Due to the adjustment of the program-verify levels using the techniques described herein, it can be desirable to also adjust the pass voltages. For example, as the one or more program-verify levels are adjusted higher over time and P-E cycles, such as at C2 and C3 P-E cycles, the pass voltage can also be increased, as depicted in
In one embodiment of the technology described herein, a method for operating non-volatile storage includes applying voltage pulses to a substrate of a set of non-volatile storage elements in each erase operation of multiple erase operations over a first portion of a lifetime of the set of non-volatile storage elements, where each erase operation over the first portion of the lifetime uses a first value for an erase-verify level. Based on the applying, the method further includes determining when a condition is met for adjusting the erase-verify level. When the condition is met for adjusting the erase-verify level, the method further includes using a second value for the erase-verify level in place of the first value in each erase operation of multiple erase operations over a second portion of the lifetime.
In another embodiment, a non-volatile storage system includes a set of storage elements on a substrate, and at least one control circuit in communication with the set of storage elements and the substrate. The at least one control circuit applies voltage pulses to the substrate in each erase operation of multiple erase operations over a first portion of a lifetime of the set of non-volatile storage elements, where each erase operation over the first portion of the lifetime uses a first value for an erase-verify level. Moreover, the at least one control circuit determines, based on the applied voltage pulses, when a condition is met for adjusting the erase-verify level, and when the condition is met for adjusting the erase-verify level, the at least one control circuit uses a second value for the erase-verify level in place of the first value in each erase operation of multiple erase operations over a second portion of the lifetime.
In another embodiment, a method for operating a non-volatile storage system includes applying voltage pulses to a substrate of a set of non-volatile storage elements in at least one erase operation of the set of non-volatile storage elements, where the voltage pulses are applied to the substrate until threshold voltages of the non-volatile storage elements move below a first erase-verify level. The method further includes subsequently programming at least one non-volatile storage element in the set of non-volatile storage elements to represent a data state by applying program pulses to the at least one non-volatile storage element until a threshold voltage of the at least one non-volatile storage element exceeds a first program-verify level. The method further includes subsequently performing at least one additional erase operation by applying voltage pulses to the substrate until threshold voltages of the non-volatile storage elements move below a second erase-verify level which exceeds the first erase-verify level.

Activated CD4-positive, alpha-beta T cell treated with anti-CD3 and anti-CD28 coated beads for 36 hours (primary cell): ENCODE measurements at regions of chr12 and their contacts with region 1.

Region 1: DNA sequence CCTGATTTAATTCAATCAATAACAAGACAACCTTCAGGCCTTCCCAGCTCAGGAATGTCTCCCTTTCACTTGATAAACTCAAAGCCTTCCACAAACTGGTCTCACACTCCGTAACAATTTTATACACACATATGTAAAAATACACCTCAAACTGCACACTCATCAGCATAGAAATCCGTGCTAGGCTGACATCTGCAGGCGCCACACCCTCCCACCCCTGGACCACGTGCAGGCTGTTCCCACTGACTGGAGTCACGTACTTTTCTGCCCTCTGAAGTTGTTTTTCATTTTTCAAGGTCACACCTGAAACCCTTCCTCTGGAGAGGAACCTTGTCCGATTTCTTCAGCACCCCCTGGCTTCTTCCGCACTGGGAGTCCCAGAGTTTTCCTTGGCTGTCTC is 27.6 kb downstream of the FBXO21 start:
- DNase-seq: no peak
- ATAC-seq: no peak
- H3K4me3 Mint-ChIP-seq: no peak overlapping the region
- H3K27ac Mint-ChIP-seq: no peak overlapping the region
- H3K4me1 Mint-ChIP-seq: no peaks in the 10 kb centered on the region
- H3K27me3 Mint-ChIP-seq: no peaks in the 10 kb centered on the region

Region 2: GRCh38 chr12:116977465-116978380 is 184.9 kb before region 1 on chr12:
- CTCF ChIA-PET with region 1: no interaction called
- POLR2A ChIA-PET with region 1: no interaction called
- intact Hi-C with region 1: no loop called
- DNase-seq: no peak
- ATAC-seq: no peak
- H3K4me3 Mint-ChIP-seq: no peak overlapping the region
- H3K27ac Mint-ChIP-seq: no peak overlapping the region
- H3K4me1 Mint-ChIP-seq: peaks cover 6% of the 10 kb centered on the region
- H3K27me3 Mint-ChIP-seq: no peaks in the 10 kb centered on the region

Corresponding methods, systems and computer- or processor-readable storage devices for performing the methods provided herein are provided.
The foregoing detailed description has been presented for purposes of illustration and description. It is not intended to be exhaustive or limited to the precise form disclosed. Many modifications and variations are possible in light of the above teaching. The described embodiments were chosen in order to best explain the principles of the technology and its practical application, to thereby enable others skilled in the art to best utilize the technology in various embodiments and with various modifications as are suited to the particular use contemplated. It is intended that the scope of the technology be defined by the claims appended hereto.
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|U.S. Classification||365/185.29, 365/185.22, 365/185.19, 365/185.18|
|International Classification||G11C11/34, G11C16/04|
|Cooperative Classification||G11C16/344, G11C16/16|
|European Classification||G11C16/34V2, G11C16/16|
|Jul 16, 2009||AS||Assignment|
Owner name: SANDISK CORPORATION, CALIFORNIA
Free format text: ASSIGNMENT OF ASSIGNORS INTEREST;ASSIGNORS:DONG, YINGDA;WAN, JUN;REEL/FRAME:022968/0024
Effective date: 20090716
|May 16, 2011||AS||Assignment|
Owner name: SANDISK TECHNOLOGIES INC., TEXAS
Free format text: ASSIGNMENT OF ASSIGNORS INTEREST;ASSIGNOR:SANDISK CORPORATION;REEL/FRAME:026285/0946
Effective date: 20110404
|Mar 25, 2015||FPAY||Fee payment|
Year of fee payment: 4
|May 25, 2016||AS||Assignment|
Owner name: SANDISK TECHNOLOGIES LLC, TEXAS
Free format text: CHANGE OF NAME;ASSIGNOR:SANDISK TECHNOLOGIES INC;REEL/FRAME:038807/0850
Effective date: 20160516